Of course, the troubles are far from over with the horrible Gaston plotting to send Belle’s father to an asylum and blackmailing her into marrying him. Belle wants to leave the castle to save her father, and despite only the last petal hanging on to the rose, the Beast lets her go, wondering if she would come back.
What I thought: The thing I like the most about this story is that the characters are gray (except Gaston, whom I hate on principle.) Belle isn’t completely good just the like the Beast is not wholly bad. Belle takes unthinking risks, she can be a bit of a nose-poker (like entering his part of the castle when he’d expressly asked her not to) and she does let the Beast sway her mind with gifts (the library.) We never know why the servants are punished, but perhaps not all are as pitiable before the curse either as they appear during!
I think this is the only Disney story where the heroine is not in love with the idea of love. Here, love develops gradually and for a reason, it’s neither love at first sight nor prophecy. Belle isn’t different because she’s a reader. Belle is unique Disney heroine, because while she does read fairy tales and dream of adventures and princes in disguise, she isn’t waiting for love to happen to her. And in this story, love is hardly the only thing on her mind. Remember, she chases after her father, not Prince Charming.
I don’t accept the accusation that this story sends the message of loving a man despite the fact that he abuses you, of bearing with his tantrums. It’s about giving people a chance. Belle doesn’t discount any of the Beast’s angry comments or bad decisions – whenever he shouts at her, she shouts back. If he tries to hurt her, she fights him off. But she is open to the idea that he could be good. When she first sees him in the light, she doesn’t judge him by his appearance, even though he scares her. She gives him the benefit of the doubt.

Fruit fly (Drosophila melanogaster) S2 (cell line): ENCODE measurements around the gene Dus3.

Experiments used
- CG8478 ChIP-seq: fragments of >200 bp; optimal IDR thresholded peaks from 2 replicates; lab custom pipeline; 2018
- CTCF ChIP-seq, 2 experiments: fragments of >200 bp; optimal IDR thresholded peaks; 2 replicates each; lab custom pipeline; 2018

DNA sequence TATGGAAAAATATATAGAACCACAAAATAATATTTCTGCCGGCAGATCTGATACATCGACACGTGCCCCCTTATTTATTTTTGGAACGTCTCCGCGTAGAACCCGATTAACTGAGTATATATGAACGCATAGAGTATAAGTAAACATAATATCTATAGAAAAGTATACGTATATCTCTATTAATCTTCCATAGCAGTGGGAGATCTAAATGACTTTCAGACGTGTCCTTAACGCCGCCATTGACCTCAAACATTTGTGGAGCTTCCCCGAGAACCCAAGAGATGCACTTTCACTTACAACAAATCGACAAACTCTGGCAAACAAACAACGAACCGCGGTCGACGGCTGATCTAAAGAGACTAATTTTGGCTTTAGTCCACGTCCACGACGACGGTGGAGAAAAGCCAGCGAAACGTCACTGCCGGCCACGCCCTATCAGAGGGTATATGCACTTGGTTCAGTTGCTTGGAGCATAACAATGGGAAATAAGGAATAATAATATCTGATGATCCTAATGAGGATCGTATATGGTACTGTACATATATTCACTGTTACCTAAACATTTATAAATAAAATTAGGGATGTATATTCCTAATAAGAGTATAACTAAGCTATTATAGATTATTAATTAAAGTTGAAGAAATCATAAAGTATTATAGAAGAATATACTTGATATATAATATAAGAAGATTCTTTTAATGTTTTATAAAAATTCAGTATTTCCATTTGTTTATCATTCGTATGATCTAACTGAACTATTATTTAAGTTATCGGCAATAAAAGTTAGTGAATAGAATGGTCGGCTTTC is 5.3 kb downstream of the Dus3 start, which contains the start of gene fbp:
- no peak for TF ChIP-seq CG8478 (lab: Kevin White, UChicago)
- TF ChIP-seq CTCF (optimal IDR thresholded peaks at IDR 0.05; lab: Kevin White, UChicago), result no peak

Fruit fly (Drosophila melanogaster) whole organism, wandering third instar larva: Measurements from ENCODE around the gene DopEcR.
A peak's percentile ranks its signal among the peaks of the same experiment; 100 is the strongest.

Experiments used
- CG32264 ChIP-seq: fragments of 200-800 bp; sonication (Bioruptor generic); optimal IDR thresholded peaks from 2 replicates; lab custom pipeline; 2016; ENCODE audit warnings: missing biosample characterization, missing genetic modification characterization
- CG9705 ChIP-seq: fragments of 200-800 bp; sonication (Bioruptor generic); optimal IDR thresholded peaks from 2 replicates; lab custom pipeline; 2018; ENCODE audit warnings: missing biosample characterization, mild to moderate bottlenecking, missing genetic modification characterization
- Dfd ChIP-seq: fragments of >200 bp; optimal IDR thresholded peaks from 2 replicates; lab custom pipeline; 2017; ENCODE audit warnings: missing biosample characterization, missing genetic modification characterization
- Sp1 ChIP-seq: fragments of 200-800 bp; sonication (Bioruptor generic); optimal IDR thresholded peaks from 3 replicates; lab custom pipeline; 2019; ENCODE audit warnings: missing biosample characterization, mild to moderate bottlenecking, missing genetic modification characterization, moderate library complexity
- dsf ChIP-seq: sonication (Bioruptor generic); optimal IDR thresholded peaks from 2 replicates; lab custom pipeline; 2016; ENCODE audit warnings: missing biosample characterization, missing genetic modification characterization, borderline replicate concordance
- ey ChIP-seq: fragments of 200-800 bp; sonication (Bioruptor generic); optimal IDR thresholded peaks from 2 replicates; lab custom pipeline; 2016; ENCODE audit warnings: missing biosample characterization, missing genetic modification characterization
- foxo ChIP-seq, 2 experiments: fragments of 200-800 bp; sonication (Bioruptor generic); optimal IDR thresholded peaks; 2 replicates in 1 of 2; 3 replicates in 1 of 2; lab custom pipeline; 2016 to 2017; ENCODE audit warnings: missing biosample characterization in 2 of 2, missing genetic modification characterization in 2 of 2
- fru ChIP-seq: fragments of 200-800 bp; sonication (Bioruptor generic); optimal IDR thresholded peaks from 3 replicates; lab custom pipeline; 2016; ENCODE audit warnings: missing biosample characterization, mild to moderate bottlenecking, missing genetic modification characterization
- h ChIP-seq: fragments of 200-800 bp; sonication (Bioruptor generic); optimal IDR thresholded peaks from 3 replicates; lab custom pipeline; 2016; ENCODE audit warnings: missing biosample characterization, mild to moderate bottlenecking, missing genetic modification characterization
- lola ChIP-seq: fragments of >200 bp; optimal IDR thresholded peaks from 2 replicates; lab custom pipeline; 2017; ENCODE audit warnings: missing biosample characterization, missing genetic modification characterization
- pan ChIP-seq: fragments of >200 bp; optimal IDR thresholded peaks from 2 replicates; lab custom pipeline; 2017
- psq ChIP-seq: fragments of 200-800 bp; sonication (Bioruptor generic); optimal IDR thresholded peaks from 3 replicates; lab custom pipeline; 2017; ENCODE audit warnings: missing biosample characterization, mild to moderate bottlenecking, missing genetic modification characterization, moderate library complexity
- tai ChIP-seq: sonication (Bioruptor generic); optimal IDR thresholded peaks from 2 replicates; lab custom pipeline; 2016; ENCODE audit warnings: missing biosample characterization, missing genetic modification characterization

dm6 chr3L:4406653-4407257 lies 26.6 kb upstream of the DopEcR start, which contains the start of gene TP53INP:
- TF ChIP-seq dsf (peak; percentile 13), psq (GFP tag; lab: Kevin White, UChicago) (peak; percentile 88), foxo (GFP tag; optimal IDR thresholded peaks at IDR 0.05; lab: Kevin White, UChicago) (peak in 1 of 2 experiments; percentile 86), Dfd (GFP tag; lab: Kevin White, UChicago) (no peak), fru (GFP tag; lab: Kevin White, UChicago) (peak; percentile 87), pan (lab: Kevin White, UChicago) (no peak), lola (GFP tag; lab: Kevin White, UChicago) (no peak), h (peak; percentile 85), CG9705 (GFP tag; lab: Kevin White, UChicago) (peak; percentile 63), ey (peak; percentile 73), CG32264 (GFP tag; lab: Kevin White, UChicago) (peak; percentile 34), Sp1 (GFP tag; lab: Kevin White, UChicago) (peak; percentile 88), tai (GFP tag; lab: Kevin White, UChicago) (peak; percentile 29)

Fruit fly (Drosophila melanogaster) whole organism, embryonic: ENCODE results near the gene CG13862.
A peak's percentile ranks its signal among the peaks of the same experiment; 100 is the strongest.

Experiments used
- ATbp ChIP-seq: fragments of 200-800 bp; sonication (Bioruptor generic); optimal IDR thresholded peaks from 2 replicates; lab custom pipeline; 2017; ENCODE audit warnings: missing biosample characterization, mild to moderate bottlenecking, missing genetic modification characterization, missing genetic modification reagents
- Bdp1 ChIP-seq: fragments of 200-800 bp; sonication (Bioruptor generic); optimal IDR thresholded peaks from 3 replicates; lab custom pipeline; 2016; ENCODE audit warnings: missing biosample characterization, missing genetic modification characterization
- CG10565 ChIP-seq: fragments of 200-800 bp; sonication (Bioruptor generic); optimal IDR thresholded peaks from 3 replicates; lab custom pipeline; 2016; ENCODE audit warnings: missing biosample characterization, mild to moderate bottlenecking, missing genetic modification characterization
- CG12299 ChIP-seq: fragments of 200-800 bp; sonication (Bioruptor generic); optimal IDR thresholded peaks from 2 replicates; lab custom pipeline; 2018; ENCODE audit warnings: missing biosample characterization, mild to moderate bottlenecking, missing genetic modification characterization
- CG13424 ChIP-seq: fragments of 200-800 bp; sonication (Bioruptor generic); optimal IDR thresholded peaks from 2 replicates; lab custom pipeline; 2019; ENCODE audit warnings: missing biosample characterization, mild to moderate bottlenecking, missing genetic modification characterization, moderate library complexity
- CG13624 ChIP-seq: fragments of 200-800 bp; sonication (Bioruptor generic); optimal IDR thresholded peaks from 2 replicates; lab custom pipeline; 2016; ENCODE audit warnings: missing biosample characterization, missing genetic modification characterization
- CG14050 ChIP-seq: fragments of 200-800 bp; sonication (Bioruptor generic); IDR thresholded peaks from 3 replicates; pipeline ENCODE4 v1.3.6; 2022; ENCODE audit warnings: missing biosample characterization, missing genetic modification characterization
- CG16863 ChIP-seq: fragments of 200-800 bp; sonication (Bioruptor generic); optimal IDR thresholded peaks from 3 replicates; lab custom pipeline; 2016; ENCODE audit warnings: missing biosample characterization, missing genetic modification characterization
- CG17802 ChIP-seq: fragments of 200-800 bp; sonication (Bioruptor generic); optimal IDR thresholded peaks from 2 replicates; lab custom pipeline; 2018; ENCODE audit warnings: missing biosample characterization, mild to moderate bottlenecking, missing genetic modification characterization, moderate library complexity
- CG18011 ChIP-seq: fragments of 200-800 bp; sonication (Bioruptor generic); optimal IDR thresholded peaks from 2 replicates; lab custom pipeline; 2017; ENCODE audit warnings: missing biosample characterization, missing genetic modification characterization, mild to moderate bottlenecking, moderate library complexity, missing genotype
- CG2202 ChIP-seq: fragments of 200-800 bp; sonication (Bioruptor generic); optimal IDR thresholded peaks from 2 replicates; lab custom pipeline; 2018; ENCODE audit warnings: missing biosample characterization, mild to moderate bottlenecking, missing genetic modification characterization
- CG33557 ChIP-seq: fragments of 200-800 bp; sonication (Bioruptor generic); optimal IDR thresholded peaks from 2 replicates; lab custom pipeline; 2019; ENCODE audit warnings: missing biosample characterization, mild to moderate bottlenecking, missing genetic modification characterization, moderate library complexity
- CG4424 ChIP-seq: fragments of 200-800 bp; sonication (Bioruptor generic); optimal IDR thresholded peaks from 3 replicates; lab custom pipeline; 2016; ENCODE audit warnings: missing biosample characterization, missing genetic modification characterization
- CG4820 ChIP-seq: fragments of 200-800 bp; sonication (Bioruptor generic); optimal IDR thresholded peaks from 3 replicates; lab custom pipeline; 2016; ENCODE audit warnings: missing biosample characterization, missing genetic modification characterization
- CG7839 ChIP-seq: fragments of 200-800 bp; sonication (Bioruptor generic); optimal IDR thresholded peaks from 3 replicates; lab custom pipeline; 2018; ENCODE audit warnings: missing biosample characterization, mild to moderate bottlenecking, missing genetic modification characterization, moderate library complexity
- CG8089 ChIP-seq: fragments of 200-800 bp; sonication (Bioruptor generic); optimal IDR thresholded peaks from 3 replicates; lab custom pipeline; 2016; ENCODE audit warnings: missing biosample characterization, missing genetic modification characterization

But the story is not just about Belle’s forgiveness or second chances. At its heart, I always see it as the Beast’s story. It’s about meeting someone wonderful and falling in love with them and transforming yourself; becoming unselfish, trying harder to turn into the best version of you for them. As that fabulous Angela Lansbury song goes, “bittersweet and strange, finding you can change, learning you were wrong…”
R.I.P. – The Curse of the Were-Rabbit
After watching Tim Burton’s Nightmare Before Christmas, I was thinking of re-watching Corpse Bride. Instead, someone recommended this movie to me – Wallace & Gromit: The Curse of the Were-Rabbit. It is an Academy Award winning horror-comedy flick, starring (the voices of) Helena Bonham Carter and Ralph Fiennes. I loved it!
“Something wicked this way hops.”
R.I.P. – The Nightmare Before Christmas
Harry Potter and the Deathly Hallows
How to Be a Pirate by Cressida Cowell
- “Imagine if you had spent the whole first part of your life trying to walk on your hands. The clumsiness of it, always falling over, always stumbling, always the last at everything. Imagine the joy of discovering that in fact you could walk on your feet after all.”
Book Blogger Hop #2
Book Blogger Hop is a weekly meme hosted by Crazy for Books. The Hop lasts Friday-Monday every week, so if you don’t have time to Hop today, you can join the fun later! This is a weekly event! And stop back throughout the weekend to see all the new blogs that are added!
Books or movies?
(This slightly uncalled-for post is my attempt at getting rid of a case of writer’s block that isn’t allowing me to write some things that I want to finish writing today! Hope it has worked!)